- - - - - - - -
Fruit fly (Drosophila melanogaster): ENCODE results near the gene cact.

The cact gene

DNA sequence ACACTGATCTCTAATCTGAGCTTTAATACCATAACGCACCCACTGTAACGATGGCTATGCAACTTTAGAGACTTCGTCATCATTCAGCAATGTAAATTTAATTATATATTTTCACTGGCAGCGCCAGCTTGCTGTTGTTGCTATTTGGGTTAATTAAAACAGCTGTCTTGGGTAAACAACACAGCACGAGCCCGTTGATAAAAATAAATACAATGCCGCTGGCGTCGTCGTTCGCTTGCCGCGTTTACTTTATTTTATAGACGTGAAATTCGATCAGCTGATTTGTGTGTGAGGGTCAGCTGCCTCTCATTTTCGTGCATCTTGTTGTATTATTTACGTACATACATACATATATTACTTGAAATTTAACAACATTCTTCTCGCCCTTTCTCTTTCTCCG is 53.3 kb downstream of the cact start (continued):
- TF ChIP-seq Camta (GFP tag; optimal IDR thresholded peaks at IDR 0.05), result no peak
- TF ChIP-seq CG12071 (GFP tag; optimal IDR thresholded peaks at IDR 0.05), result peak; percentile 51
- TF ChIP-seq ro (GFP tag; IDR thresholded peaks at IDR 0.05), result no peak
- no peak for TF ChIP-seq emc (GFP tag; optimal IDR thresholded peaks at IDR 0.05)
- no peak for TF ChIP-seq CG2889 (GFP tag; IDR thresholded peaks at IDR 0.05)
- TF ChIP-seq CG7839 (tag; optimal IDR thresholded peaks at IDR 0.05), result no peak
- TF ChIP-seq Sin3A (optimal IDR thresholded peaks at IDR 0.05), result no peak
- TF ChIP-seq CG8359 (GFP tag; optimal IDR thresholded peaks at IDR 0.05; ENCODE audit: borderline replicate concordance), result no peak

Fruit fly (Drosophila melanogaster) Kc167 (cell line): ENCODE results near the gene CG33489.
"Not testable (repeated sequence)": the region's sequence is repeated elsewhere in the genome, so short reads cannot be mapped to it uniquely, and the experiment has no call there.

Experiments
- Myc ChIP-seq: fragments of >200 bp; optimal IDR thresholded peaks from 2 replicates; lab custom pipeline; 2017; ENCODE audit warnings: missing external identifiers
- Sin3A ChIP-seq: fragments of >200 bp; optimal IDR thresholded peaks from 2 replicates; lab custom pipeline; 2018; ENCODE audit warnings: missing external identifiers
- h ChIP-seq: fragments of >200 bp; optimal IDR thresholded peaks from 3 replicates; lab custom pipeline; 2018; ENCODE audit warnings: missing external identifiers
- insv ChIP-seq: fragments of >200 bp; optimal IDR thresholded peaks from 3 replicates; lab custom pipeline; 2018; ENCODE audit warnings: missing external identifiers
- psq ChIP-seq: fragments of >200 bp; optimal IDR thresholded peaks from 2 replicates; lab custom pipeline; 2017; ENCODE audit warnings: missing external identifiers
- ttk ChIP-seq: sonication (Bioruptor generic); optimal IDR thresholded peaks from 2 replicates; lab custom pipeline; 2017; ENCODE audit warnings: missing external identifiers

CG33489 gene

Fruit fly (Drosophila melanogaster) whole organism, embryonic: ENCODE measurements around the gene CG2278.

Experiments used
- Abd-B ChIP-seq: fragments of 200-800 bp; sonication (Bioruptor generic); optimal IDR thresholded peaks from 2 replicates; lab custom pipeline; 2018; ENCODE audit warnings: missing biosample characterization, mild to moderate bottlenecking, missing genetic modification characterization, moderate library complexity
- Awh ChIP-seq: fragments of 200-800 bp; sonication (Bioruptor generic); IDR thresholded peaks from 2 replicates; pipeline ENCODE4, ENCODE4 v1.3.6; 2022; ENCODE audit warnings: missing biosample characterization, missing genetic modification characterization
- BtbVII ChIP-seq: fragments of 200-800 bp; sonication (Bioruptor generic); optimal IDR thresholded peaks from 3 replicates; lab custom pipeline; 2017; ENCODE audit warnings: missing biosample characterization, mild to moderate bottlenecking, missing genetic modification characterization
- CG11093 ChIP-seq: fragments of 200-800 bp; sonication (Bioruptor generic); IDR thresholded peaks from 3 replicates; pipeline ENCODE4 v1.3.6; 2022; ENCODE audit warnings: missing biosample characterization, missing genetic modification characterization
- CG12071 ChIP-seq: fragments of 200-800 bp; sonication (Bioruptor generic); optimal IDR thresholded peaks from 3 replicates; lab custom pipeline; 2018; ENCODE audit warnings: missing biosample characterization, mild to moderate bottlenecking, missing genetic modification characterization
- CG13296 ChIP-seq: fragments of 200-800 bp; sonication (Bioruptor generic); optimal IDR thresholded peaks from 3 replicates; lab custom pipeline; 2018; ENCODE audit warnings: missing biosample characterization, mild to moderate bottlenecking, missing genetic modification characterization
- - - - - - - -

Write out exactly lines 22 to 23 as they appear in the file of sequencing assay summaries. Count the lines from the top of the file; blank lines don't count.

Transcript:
Fruit fly (Drosophila melanogaster) whole organism, embryonic: ENCODE measurements around the gene CG2278.

Experiments used